Where the conjugated substance is a solid or semi-solid matrix, the conjugated substance may be a metal or glass surface, and may be, for example, the sides or bottom of a microwell, or a slide, or the surface of a chip. The compound of the invention is optionally covalently bound to a fiber optic probe, where the probe is composed of glass or functionalized glass (e.g., aminopropyl glass), or the compound is attached to the fiber optic probe via an intermediate polymer, such as polyacrylamide.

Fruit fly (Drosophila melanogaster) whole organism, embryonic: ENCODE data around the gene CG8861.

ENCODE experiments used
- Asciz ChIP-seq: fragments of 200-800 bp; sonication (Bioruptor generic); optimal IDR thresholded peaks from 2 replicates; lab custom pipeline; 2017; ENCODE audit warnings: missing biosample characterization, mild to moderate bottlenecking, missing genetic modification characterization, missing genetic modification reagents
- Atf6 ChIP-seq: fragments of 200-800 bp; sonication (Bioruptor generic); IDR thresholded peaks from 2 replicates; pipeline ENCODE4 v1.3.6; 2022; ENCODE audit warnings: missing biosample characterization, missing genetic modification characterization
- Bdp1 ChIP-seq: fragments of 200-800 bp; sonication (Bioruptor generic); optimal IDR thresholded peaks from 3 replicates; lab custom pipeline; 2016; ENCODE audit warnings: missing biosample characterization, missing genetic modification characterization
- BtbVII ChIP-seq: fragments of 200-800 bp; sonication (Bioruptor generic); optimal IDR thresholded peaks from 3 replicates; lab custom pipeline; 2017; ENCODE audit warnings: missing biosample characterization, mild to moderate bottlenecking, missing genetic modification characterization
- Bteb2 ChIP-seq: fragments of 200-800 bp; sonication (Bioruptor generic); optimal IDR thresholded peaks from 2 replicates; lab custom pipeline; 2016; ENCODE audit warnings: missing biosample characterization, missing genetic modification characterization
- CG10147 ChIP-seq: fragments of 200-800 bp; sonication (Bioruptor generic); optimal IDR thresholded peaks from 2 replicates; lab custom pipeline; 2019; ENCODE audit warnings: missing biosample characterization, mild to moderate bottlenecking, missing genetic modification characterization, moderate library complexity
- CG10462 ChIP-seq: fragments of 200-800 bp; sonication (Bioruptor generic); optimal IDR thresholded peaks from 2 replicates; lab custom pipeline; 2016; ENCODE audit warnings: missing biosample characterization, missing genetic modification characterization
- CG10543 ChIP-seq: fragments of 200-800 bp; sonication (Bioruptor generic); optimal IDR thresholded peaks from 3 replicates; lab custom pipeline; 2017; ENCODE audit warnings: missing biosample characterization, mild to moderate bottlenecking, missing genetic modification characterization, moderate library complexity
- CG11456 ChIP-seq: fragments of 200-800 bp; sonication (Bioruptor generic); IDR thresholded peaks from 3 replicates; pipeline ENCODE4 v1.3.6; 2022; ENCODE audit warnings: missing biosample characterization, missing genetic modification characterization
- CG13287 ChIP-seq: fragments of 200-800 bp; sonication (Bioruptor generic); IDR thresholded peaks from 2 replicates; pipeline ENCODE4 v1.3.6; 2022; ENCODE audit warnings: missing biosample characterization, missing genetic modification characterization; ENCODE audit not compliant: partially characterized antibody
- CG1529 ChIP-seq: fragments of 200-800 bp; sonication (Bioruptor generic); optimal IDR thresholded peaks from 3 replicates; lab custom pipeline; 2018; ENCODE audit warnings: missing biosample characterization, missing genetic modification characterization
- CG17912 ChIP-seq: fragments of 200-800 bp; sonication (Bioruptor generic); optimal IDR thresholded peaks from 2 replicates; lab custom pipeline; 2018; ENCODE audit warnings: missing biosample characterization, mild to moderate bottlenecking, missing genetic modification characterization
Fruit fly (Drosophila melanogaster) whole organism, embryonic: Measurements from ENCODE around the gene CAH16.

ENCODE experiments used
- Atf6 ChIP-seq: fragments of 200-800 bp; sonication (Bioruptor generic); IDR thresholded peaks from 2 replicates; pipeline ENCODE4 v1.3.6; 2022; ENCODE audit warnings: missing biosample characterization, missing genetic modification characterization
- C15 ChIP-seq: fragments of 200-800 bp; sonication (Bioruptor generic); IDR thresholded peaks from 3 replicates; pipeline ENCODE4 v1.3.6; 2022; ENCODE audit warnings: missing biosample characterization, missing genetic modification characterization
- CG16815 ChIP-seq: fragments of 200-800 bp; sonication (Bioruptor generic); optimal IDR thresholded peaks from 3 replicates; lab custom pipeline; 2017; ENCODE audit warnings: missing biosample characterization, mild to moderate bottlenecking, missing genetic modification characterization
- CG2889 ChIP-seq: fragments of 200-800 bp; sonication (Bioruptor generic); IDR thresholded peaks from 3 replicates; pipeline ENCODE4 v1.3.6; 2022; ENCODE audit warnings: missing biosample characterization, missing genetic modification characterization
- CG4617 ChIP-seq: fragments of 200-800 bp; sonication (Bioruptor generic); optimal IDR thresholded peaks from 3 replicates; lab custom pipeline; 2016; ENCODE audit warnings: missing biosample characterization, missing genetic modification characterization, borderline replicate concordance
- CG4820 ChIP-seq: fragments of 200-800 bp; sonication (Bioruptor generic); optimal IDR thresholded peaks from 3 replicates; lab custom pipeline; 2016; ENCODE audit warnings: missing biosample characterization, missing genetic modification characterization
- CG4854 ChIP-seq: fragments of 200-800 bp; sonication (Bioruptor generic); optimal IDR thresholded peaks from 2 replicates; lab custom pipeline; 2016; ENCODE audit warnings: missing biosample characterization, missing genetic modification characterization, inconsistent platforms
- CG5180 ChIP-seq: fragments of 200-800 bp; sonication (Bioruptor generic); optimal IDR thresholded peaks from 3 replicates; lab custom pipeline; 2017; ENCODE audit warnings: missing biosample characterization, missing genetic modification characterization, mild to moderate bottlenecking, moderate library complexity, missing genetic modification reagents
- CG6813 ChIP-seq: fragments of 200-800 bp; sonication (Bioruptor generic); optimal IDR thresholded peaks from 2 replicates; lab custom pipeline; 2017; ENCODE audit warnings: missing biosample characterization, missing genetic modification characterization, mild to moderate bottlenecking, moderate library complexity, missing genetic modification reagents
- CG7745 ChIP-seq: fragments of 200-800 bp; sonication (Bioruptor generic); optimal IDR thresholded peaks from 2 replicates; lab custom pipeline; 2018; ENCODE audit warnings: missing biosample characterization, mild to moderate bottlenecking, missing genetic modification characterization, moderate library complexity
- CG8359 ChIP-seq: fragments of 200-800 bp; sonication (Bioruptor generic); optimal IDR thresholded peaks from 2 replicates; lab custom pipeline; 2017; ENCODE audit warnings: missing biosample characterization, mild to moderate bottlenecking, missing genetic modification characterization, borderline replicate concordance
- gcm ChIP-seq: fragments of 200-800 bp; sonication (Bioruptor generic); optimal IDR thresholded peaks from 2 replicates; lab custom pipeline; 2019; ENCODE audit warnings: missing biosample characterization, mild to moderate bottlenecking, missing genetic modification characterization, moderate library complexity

The conjugated substance may be directly attached to a compound of the present invention, or it may be attached via a linker or spacer. A linker provides additional functionality and options for attaching the fluorescent compounds of the present invention to different types of molecules. A spacer such as a two to seven methylene carbon chain can prevent the compound from interfering with the biological activity of the conjugated substance. Both linkers and spacers for attaching fluorescein compounds to biomolecules and other molecules of interest are well known in the art. See, for example, U.S. Pat. Nos. 6,811,979; 5,468,854; and 7,160,735, each completely incorporated herein by reference.